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Griselda is greedy, I'm sorry to say.
She isn't contented with four meals a day,
Like breakfast and dinner and supper and tea
(I've had to put tea after supper-you see
Why, don't you?)
Griselda is greedy as greedy can be.
She snoops about the larder
For sundry small supplies,
She breaks the little crusty bits
Off rims of apple pies,
She pokes the roast-potato-dish
When Sunday dinner's done,
And if there are two left in it
Griselda snitches one;
Cold chicken and cold cauliflower
She pulls in little chunks-
And when Cook calls:
"What are you doing there?"
Griselda is greedy. Well, that's how she feels,
She simply can't help eating in-between meals,
And always forgets what it's leading to, though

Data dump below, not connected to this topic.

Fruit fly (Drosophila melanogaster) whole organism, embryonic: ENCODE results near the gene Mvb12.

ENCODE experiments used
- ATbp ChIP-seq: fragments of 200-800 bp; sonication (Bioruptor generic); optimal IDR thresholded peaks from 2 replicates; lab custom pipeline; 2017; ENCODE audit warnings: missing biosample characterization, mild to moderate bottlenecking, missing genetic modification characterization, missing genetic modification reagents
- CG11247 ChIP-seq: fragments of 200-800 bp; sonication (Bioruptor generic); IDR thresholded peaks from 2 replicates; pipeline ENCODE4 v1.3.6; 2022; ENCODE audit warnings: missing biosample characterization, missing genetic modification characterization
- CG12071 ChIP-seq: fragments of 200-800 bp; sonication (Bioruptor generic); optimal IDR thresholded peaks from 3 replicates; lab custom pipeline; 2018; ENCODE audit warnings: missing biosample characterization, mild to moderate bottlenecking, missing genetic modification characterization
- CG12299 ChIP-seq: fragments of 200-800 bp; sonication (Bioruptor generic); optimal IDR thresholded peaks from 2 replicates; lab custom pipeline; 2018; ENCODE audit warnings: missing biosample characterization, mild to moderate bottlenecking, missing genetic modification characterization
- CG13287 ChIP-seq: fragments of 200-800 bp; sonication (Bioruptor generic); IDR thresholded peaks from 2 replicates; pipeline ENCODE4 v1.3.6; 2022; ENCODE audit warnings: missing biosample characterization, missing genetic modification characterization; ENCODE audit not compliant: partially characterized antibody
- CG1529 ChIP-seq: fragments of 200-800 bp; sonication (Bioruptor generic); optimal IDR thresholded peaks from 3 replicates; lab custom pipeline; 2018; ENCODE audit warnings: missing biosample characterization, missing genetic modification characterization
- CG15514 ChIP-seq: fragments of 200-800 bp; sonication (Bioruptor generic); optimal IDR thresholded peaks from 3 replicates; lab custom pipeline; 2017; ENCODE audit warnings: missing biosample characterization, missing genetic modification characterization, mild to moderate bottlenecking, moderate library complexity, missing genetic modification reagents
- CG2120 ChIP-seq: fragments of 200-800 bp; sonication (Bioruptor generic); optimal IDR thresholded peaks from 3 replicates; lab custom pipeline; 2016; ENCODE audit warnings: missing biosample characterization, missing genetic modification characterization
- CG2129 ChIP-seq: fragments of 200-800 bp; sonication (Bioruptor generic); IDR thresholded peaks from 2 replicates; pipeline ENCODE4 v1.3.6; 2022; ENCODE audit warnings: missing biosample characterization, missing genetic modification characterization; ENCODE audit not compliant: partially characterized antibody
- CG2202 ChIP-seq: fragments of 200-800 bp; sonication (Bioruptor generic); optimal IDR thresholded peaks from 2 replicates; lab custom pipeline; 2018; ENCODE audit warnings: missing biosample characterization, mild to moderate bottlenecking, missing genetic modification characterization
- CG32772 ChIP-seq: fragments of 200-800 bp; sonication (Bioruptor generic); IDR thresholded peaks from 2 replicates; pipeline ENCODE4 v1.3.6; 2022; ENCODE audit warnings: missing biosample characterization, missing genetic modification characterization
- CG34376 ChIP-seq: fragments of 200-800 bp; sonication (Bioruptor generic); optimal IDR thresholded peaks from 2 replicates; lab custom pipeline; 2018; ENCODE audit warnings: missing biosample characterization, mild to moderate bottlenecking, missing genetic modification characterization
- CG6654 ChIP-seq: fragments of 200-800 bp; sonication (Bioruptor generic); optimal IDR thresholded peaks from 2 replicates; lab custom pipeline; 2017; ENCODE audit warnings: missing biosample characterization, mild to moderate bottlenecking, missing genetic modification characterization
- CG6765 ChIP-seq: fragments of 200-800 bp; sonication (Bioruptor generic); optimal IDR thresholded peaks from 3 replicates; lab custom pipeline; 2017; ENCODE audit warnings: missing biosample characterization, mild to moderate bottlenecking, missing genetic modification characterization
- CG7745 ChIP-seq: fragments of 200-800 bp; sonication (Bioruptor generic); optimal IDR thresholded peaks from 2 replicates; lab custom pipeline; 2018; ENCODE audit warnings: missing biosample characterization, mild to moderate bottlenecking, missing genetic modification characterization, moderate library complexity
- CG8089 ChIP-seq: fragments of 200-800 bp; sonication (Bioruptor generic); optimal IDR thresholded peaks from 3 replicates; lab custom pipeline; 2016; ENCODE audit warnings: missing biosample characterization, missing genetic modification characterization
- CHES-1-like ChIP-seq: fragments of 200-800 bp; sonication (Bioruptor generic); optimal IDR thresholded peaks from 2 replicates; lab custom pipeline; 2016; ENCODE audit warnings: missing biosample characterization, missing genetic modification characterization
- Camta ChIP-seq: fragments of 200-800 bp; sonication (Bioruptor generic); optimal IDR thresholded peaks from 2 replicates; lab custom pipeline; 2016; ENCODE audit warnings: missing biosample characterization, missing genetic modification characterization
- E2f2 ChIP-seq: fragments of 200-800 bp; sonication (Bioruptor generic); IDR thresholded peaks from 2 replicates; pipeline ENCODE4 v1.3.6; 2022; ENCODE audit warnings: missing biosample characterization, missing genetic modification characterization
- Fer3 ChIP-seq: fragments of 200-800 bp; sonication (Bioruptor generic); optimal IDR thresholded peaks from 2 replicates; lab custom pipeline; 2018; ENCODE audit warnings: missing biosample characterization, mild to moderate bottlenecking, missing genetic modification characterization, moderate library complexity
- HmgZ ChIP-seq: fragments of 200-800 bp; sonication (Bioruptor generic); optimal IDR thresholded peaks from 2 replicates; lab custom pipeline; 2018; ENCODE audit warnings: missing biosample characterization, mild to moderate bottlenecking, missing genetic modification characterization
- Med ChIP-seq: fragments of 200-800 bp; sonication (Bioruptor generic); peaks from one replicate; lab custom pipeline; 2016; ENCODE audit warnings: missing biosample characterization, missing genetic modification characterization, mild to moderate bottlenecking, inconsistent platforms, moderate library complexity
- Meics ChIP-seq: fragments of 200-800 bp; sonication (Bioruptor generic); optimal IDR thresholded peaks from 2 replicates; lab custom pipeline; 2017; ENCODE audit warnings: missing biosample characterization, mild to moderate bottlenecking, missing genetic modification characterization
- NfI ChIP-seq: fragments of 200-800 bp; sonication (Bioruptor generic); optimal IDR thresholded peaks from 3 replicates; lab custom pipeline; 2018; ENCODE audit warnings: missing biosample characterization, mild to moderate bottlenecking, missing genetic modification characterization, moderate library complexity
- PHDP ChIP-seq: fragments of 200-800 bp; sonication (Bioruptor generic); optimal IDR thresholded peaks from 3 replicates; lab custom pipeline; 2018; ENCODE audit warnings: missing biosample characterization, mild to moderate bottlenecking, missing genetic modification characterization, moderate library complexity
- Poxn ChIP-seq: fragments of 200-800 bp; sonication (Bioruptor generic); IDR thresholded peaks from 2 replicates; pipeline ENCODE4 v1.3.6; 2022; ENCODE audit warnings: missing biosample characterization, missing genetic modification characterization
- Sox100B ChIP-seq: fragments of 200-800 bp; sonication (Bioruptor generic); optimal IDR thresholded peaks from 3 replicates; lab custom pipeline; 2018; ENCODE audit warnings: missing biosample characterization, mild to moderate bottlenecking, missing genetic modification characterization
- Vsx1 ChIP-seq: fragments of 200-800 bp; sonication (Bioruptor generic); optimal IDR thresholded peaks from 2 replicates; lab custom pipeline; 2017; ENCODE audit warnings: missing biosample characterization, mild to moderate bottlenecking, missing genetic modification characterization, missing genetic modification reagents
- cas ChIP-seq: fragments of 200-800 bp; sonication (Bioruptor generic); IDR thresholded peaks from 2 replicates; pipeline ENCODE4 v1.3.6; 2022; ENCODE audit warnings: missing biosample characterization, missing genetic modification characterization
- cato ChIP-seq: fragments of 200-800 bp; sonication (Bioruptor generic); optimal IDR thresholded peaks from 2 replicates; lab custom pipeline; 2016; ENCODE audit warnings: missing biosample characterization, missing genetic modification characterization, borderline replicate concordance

The Doctor has frequently told her: "You know
Why, don't you?"
When the stomach-ache starts and Griselda says:
She slips down to the dining-room
When everyone's in bed,
For cheese-rind on the supper-tray,
And buttered crusts of bread,
A biscuit from the biscuit-box,
Lump sugar from the bowl,
A gherkin from the pickle-jar,
Are all Griselda's toll;
She tastes the salted almonds,
And she tries the candied fruits-
And when Dad shouts:
"Who is it down below?"
Griselda is greedy. Her relatives scold,
And tell her how sorry she'll be when she's old,
She will lose her complexion, she's sure to grow fat,
She will spoil her inside-does she know what she's at?-
(Why do they?)
Some people are greedy. Leave it at that.